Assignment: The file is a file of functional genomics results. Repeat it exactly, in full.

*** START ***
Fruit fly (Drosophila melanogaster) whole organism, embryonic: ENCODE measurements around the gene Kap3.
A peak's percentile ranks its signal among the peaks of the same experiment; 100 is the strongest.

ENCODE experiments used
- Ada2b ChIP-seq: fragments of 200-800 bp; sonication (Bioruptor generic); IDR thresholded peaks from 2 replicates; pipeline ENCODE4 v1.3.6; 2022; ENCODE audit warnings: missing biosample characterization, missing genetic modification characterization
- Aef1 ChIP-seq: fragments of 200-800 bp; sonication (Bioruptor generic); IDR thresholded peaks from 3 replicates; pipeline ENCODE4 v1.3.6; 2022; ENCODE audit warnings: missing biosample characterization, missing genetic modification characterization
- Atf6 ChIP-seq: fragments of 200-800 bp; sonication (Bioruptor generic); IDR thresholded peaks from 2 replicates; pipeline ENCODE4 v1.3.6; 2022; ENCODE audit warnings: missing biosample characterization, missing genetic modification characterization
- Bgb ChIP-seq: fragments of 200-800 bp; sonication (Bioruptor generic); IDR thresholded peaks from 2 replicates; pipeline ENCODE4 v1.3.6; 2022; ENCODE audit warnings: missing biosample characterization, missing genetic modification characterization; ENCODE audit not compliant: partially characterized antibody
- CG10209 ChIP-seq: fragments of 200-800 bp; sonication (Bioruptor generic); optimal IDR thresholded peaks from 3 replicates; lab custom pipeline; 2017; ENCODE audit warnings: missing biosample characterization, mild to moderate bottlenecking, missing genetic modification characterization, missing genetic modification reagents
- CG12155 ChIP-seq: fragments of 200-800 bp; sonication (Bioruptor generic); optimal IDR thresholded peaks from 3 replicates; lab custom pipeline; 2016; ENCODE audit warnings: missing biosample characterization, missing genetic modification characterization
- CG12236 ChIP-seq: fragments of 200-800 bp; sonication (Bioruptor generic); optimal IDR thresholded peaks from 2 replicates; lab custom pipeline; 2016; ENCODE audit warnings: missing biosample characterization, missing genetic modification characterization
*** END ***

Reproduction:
Fruit fly (Drosophila melanogaster) whole organism, embryonic: ENCODE measurements around the gene Kap3.
A peak's percentile ranks its signal among the peaks of the same experiment; 100 is the strongest.

ENCODE experiments used
- Ada2b ChIP-seq: fragments of 200-800 bp; sonication (Bioruptor generic); IDR thresholded peaks from 2 replicates; pipeline ENCODE4 v1.3.6; 2022; ENCODE audit warnings: missing biosample characterization, missing genetic modification characterization
- Aef1 ChIP-seq: fragments of 200-800 bp; sonication (Bioruptor generic); IDR thresholded peaks from 3 replicates; pipeline ENCODE4 v1.3.6; 2022; ENCODE audit warnings: missing biosample characterization, missing genetic modification characterization
- Atf6 ChIP-seq: fragments of 200-800 bp; sonication (Bioruptor generic); IDR thresholded peaks from 2 replicates; pipeline ENCODE4 v1.3.6; 2022; ENCODE audit warnings: missing biosample characterization, missing genetic modification characterization
- Bgb ChIP-seq: fragments of 200-800 bp; sonication (Bioruptor generic); IDR thresholded peaks from 2 replicates; pipeline ENCODE4 v1.3.6; 2022; ENCODE audit warnings: missing biosample characterization, missing genetic modification characterization; ENCODE audit not compliant: partially characterized antibody
- CG10209 ChIP-seq: fragments of 200-800 bp; sonication (Bioruptor generic); optimal IDR thresholded peaks from 3 replicates; lab custom pipeline; 2017; ENCODE audit warnings: missing biosample characterization, mild to moderate bottlenecking, missing genetic modification characterization, missing genetic modification reagents
- CG12155 ChIP-seq: fragments of 200-800 bp; sonication (Bioruptor generic); optimal IDR thresholded peaks from 3 replicates; lab custom pipeline; 2016; ENCODE audit warnings: missing biosample characterization, missing genetic modification characterization
- CG12236 ChIP-seq: fragments of 200-800 bp; sonication (Bioruptor generic); optimal IDR thresholded peaks from 2 replicates; lab custom pipeline; 2016; ENCODE audit warnings: missing biosample characterization, missing genetic modification characterization